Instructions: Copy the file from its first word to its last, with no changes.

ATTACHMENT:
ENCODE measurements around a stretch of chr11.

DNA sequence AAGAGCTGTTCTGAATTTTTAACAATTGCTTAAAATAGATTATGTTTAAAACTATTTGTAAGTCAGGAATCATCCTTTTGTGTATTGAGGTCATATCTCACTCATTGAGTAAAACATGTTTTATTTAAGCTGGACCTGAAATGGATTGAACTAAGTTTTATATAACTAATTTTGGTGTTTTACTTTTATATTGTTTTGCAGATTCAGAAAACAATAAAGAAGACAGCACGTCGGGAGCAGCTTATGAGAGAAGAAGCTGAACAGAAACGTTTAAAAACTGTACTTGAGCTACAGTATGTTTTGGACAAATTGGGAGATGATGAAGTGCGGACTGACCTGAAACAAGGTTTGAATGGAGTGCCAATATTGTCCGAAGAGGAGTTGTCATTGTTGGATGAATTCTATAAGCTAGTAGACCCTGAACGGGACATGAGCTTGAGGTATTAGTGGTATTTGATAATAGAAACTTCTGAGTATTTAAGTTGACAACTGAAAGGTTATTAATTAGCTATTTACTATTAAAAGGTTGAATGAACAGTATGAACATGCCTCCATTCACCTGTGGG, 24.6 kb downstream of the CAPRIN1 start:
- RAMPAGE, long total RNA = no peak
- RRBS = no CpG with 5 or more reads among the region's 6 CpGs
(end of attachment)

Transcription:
ENCODE measurements around a stretch of chr11.

DNA sequence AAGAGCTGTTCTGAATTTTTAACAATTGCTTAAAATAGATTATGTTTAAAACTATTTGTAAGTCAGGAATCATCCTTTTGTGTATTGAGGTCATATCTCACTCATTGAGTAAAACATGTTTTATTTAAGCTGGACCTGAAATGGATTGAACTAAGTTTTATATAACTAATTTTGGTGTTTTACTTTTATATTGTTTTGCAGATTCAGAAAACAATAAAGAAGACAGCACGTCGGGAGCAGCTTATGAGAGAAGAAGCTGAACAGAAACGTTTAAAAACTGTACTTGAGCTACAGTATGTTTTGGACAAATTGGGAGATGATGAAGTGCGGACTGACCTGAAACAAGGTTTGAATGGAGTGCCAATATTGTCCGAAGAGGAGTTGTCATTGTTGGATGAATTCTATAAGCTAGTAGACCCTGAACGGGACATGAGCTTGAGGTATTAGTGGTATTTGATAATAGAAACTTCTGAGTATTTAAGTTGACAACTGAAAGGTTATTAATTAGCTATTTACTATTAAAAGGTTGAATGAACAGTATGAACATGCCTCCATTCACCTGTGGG, 24.6 kb downstream of the CAPRIN1 start:
- RAMPAGE, long total RNA = no peak
- RRBS = no CpG with 5 or more reads among the region's 6 CpGs